Online Edition: Winter 2009/2010

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 Old Girlfriends

 David Updike

 St. Martin’s Press ($24.99)

 by Daniel Picker

David Updike’s aptly titled Old Girlfriends fans the embers of old flames. The second story, “In the Age of Convertibles,” brightly paints the milieu of 1960s youthful romance—“the beautiful, inaccessible girls we would see on the beach . . . the pantheon of goddesses of our high school, tanned and bikinied”—before the protagonist focuses on one less ethereal, a girl with “a beautiful constellation of freckles that spread across her upper chest, just above the top of her floral bathing suit, and the pale, intoxicating edge of untanness.” Updike’s painterly gift with description carries through the collection, making the reader wish there were more stories to savor.

Old Girlfriends is Updike’s first collection since Out on the Marsh two decades ago. The stories are set in the Northeast, in New York City, and in England, Africa, and the Caribbean. They cross both geographical lines and lifelines, moving from adolescence to old age while touching on the lives of young sons, graduate students, a middle-aged couple, and a widowed grandmother, among others. Updike effectively moves across various times of his characters’ lives while exploring the inner life of his male protagonists, who both mature and age.

To the author’s credit, judgment is reserved even as the characters sometimes make questionable decisions. In “Geranium,” the narrator observes the compromises of an older couple that coasts through society’s stop signs; the title brings to mind Matisse’s still life while the story captures the warm light of a French ethos. “Still Shining Brightly in the Sun,” in which a grandmother struggles for independence while proving an essential landmark for her university-student grandson, also presents rough roads. But it is difficult to state when Updike’s driving is best, or what time of life he travels most brilliantly, for the stories all shine.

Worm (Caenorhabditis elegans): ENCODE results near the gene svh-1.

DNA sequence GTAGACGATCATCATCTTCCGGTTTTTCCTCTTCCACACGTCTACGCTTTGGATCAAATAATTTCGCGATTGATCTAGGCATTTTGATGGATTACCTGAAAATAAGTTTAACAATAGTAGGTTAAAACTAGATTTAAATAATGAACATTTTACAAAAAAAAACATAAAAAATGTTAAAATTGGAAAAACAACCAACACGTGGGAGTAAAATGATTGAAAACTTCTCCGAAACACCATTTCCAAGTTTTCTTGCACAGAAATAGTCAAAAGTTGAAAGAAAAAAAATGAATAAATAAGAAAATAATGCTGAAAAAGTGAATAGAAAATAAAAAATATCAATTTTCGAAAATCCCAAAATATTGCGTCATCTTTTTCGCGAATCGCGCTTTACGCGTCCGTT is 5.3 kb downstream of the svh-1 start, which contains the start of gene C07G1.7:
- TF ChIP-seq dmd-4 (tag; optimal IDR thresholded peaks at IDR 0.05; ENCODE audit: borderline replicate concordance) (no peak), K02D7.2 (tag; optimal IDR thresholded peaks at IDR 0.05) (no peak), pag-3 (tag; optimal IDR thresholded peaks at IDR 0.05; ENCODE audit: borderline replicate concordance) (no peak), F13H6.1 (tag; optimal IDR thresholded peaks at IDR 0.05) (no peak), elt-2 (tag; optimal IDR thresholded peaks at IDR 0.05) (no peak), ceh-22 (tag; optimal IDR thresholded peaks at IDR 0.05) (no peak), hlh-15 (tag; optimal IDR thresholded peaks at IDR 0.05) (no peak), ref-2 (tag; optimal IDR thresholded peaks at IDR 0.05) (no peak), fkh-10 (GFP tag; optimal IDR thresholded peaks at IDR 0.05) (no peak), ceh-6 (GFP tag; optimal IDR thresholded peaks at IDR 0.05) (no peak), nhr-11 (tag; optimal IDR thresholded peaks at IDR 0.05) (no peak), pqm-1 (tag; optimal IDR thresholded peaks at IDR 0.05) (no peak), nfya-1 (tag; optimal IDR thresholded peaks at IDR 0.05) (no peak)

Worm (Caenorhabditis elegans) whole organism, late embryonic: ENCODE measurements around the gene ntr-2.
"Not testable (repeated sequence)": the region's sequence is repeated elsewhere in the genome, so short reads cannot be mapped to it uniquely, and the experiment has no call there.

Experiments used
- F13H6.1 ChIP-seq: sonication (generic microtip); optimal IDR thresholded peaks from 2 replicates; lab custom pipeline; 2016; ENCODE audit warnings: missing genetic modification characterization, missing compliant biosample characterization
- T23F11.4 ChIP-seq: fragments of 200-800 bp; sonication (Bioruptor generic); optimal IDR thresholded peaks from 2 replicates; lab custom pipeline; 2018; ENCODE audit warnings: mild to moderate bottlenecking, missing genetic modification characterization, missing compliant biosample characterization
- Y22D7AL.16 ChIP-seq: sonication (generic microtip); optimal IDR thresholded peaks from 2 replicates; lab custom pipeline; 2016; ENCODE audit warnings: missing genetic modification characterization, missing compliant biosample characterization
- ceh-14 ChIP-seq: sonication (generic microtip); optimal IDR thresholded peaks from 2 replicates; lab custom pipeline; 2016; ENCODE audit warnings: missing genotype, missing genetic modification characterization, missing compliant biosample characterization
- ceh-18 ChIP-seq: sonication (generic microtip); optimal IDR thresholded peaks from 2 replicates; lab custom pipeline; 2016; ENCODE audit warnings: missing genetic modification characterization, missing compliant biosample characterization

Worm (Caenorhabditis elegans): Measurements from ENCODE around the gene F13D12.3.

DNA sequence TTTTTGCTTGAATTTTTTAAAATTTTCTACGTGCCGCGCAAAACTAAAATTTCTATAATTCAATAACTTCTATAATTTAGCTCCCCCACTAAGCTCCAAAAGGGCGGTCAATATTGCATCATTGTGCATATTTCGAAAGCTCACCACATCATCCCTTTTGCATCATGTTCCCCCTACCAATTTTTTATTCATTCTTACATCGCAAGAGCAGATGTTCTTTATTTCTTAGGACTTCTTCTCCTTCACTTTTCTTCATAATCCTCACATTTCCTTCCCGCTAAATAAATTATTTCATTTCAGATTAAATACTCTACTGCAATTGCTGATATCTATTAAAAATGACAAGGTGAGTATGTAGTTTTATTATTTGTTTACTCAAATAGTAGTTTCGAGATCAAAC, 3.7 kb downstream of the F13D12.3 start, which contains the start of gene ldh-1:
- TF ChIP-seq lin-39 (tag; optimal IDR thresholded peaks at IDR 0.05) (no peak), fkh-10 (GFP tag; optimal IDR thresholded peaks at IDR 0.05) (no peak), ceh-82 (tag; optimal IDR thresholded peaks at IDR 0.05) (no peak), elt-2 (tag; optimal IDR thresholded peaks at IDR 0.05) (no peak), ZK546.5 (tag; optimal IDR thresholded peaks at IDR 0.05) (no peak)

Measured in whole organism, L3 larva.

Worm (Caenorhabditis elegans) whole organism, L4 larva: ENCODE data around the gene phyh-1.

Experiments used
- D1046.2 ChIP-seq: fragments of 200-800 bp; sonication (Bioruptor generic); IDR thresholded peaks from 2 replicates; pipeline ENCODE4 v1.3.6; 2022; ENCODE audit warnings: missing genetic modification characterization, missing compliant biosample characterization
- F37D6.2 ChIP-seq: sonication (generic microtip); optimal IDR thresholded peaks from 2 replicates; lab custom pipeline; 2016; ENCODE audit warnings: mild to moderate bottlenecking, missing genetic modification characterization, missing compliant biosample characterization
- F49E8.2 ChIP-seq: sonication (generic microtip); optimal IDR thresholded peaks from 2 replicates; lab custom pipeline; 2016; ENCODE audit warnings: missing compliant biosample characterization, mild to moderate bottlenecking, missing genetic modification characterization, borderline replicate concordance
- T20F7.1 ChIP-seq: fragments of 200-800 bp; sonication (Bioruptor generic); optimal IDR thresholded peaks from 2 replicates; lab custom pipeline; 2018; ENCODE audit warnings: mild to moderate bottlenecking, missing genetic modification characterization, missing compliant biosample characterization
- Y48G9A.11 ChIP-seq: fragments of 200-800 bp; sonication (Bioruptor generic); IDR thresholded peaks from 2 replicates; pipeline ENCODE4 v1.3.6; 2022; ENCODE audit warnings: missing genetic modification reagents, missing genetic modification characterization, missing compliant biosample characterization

Both “Love Songs from America” and “A Word with the Boy” are set on foreign soil, and both stories powerfully embark on the path of the father-son relationship—the latter so strongly that it reads like autobiography. While all the stories are rife with brilliant description and laced with shades of subtle irony, the title story (also the longest story) drops off an old girlfriend before driving through a blizzard in a Volkswagen Beetle to return home with a new girlfriend. This Bildungsroman exemplifies Updike’s generosity as an author, and his protagonist’s gradual journey to commitment.

The final story, “Adjunct,” begins uncharacteristically with more streamlined narration; pages fly by, but as events and details accumulate, the story deepens. The single professor is left with the departure of his crush: “His face was still flushed and the ends of his fingers tingled where they had touched her hair. Beside him, the seat where she had been sitting was still warm. He pressed it with his hand.” With its window to a night’s lost chance, and to life’s and love’s near misses, it is a fine end to the journey of Old Girlfriends.


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